As I spend most of my life studying freshwaters, I thought it would be good to dip my toes into some saline water for a change, and so joined a group of colleagues on an excursion to explore the seaweed flora of the north east coast. I met them at a rocky shore on a glorious sunny day at Whitburn, just north of Sunderland surrounded by tonnes (literally) of kelps and wracks. After a little time, these gradually resolved into a rich assemblage of red, brown and green seaweeds, some crusts on rocks, some tufts of filaments and others branched fronds, some of which were as tall as a person.
Amongst all this profusion and diversity of algae, however, I saw a few chocolate-brown patches on the finer sediments and, when I looked closely, I could see oxygen bubbles on these, indicating that these, too, were busy photosynthesising. Under the microscope, these patches prove to be composed almost entirely of diatoms, in particular, “S”-shaped cells belonging to a genus called Pleurosigma. There are about four genera of diatoms which have this “sigmoid” outline, but I have no idea why this has arisen. It is not, as far as I know, a property found in any other groups of algae either. In this case, the Pleurosigma was existing alongside smaller “straight” diatoms (Navicula and Nitzschia spp.).
Diatoms growing on fine sediments (“mud”) at Whitburn, Tyne and Wear, July 2013. Note the chocolate-brown patches on the grey-brown mud and note, too, the lighter speckles, which are tiny oxygen bubbles. The red-lidded bottle is seven centimetres tall.
Pleurosigma sp. (and a cell of Navicula) from the chocolate-brown patches on the surface of intertidal mud at Whitburn, July 2013. The scale bar is 25 micrometres (1/40th of a millimetre) long.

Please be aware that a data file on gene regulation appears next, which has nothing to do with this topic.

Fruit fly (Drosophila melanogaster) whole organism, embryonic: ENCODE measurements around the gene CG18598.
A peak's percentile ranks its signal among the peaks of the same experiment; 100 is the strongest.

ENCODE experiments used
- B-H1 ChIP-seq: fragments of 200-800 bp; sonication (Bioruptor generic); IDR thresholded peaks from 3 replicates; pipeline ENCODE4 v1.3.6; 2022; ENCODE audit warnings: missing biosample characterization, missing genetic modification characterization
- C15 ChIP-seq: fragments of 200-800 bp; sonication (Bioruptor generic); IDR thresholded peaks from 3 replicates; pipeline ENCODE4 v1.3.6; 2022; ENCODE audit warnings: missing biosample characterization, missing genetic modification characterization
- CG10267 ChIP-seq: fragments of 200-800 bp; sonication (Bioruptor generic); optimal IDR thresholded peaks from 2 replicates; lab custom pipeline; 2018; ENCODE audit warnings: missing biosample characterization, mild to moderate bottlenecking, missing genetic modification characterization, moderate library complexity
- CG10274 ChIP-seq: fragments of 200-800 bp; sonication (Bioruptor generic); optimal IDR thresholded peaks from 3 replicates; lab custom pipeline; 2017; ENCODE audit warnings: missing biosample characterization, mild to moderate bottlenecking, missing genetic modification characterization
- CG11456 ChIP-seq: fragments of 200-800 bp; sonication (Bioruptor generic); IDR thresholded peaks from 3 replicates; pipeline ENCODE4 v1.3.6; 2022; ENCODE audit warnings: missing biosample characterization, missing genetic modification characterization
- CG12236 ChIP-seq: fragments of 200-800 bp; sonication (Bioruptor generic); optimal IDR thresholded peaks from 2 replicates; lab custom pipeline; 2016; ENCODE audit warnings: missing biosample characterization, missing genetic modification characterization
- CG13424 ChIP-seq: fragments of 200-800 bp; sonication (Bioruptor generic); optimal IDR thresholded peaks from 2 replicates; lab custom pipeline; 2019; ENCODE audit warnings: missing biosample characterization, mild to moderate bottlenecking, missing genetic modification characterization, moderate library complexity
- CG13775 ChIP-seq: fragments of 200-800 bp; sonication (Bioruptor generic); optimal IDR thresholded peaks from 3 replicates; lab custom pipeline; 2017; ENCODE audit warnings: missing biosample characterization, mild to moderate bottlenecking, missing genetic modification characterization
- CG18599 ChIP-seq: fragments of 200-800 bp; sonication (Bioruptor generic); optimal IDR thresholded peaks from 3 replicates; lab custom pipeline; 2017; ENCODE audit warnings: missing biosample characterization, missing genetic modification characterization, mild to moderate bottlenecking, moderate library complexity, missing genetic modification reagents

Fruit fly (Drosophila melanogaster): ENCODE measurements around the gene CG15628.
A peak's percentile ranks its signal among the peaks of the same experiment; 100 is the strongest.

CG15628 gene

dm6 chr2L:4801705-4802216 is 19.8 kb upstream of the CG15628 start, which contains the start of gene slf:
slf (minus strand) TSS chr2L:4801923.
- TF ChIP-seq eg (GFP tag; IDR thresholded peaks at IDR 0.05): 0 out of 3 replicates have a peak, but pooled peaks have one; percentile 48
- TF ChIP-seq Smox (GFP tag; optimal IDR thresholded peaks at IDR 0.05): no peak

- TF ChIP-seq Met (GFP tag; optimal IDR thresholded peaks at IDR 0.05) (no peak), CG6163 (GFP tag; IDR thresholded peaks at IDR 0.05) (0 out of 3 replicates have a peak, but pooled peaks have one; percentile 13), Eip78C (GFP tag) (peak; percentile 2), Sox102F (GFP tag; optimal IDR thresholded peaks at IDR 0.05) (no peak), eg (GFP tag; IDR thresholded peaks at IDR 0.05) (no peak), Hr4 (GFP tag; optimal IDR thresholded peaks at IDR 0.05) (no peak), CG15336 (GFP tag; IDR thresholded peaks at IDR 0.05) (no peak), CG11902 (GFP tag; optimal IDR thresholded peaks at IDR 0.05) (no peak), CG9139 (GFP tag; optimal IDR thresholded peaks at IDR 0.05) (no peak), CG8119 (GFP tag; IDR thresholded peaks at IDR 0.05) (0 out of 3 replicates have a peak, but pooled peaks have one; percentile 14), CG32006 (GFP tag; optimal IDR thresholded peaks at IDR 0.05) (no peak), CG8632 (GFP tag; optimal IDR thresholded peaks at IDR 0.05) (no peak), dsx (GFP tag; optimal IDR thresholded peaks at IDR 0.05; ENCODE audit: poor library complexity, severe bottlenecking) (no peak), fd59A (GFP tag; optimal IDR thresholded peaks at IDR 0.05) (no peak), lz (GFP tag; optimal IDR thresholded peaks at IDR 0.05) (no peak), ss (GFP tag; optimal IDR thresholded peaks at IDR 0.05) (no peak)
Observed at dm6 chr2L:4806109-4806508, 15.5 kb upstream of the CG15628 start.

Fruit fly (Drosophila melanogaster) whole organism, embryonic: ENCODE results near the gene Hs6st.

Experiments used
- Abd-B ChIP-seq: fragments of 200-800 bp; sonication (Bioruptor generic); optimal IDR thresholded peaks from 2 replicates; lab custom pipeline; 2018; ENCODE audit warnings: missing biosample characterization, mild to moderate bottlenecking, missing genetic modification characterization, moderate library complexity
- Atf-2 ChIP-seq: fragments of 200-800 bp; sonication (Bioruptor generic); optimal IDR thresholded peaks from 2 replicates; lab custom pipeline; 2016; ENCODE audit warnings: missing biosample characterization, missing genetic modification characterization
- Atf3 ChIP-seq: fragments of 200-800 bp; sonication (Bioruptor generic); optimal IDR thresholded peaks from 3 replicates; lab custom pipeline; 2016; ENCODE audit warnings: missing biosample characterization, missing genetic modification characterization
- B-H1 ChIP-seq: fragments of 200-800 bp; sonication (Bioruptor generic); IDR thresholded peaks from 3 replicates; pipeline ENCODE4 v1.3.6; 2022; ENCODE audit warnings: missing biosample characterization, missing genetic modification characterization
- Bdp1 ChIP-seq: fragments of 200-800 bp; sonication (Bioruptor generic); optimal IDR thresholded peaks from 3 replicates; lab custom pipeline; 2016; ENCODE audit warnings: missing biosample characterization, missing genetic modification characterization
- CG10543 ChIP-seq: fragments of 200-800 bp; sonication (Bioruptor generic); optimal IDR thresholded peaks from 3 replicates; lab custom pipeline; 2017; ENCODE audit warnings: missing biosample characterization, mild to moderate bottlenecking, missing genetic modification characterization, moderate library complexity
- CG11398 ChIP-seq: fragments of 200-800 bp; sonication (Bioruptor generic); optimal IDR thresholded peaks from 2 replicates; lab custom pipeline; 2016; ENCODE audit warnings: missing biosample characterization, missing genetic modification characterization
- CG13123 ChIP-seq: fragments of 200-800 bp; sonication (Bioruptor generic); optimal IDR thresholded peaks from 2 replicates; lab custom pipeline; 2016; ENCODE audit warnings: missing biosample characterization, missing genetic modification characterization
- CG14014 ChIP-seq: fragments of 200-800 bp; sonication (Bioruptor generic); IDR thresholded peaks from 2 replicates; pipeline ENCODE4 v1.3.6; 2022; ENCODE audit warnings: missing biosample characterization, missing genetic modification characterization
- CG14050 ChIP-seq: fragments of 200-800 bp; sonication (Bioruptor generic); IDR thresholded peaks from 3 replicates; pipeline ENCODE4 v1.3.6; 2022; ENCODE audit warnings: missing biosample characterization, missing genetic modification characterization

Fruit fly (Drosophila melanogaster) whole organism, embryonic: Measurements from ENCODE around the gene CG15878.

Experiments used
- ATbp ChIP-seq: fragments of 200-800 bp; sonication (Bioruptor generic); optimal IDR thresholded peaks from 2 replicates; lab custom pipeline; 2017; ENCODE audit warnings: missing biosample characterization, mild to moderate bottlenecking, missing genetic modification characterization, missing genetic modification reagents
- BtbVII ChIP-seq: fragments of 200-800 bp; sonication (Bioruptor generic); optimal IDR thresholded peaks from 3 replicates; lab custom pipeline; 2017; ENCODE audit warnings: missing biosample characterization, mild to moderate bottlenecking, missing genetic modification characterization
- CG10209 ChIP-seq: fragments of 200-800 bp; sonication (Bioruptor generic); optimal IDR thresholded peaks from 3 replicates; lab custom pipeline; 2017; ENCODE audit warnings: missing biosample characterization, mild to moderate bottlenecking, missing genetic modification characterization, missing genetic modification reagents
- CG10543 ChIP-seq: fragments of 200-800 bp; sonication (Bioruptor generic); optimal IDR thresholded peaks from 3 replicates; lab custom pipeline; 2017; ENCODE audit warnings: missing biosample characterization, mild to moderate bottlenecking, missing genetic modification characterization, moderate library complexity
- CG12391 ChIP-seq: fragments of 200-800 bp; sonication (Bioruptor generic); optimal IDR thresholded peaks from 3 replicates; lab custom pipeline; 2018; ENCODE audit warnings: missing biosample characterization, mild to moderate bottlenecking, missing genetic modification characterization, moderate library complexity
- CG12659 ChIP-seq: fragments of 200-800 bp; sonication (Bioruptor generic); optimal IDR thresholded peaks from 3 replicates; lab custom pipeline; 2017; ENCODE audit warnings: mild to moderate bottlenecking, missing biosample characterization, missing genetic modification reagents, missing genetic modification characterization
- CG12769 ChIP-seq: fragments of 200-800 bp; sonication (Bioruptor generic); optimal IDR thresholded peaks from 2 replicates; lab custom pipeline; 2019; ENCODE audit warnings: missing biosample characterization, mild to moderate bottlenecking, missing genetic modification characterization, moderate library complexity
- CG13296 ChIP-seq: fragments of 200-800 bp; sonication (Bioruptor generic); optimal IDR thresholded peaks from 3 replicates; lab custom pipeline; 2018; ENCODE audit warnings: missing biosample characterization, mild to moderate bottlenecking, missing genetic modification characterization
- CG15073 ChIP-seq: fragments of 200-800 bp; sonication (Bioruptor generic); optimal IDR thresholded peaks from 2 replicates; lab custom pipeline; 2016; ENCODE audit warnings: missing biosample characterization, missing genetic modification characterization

One property that all the diatoms had in common was that they were moving. The video shows them moving on surface of the glass slide and cover slip that I was using to view them under my microscope but, in their natural habitat they would be moving over and around the sediment particles and each other.
A video showing cells of Pleurosigma from intertidal sediments at Whitburn, Tyne and Wear, moving around the glass slide. The cells are approximately 75 micrometres long.
Being able to constantly adjust position offers a clear advantage to diatoms such as Pleurosigma which live in unstable habitats such as intertidal sediments. Each tidal cycle brings fresh sediment which could be deposited on top of the cells, burying them and cutting out the light they need for photosynthesis. Their ability to move around the sediment means that they can relocate to more favourable conditions when this does happen. However, the incoming tide also brings other problems, in the shape of grazing animals and, consequently, the diatoms have evolved endogenous rhythms which mean that they move downwards in the sediment as the tide comes in, then back to the surface as it retreats. It is tempting to regard microscopic organisms as “simpler” than the larger organisms with which they share their habitat. The reality is that they are just as sophisticated (having had as long, or longer, to evolve), but all their complexity has to be packed into a single cell.